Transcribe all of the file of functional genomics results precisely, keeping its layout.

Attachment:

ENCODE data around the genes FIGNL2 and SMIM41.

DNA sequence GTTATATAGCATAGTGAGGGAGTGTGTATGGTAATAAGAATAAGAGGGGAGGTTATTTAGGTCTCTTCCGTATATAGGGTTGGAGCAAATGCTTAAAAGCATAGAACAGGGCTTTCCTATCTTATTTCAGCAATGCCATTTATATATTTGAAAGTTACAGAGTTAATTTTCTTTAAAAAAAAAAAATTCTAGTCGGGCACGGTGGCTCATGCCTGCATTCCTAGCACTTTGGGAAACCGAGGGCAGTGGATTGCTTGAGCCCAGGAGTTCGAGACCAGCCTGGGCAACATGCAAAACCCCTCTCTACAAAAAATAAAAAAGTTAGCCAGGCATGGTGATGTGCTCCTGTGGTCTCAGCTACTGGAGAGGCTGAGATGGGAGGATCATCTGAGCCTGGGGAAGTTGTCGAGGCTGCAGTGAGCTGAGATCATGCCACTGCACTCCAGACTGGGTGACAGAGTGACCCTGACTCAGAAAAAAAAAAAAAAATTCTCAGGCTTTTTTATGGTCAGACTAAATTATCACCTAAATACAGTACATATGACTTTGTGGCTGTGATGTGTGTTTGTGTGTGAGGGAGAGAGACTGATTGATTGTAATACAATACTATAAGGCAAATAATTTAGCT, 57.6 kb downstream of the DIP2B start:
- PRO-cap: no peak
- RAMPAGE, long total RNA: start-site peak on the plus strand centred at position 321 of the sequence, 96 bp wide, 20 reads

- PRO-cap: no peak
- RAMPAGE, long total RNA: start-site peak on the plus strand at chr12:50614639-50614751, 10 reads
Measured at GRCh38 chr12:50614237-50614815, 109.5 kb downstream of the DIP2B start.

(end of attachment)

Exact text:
ENCODE data around the genes FIGNL2 and SMIM41.

DNA sequence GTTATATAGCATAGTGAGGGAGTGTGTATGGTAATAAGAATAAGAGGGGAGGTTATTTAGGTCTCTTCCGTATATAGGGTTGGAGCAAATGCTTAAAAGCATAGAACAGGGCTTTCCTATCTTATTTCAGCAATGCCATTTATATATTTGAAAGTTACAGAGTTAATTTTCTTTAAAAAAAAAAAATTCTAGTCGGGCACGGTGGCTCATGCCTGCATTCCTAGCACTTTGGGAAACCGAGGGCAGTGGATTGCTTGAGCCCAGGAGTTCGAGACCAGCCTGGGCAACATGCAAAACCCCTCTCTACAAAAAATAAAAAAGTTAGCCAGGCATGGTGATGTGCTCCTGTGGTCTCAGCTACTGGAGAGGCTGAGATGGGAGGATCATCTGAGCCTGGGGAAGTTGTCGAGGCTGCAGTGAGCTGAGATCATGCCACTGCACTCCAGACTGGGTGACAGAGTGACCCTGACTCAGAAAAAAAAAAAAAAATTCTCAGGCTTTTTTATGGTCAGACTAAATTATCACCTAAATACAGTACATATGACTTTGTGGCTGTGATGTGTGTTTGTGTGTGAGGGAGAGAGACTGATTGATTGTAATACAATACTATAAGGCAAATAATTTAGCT, 57.6 kb downstream of the DIP2B start:
- PRO-cap: no peak
- RAMPAGE, long total RNA: start-site peak on the plus strand centred at position 321 of the sequence, 96 bp wide, 20 reads

- PRO-cap: no peak
- RAMPAGE, long total RNA: start-site peak on the plus strand at chr12:50614639-50614751, 10 reads
Measured at GRCh38 chr12:50614237-50614815, 109.5 kb downstream of the DIP2B start.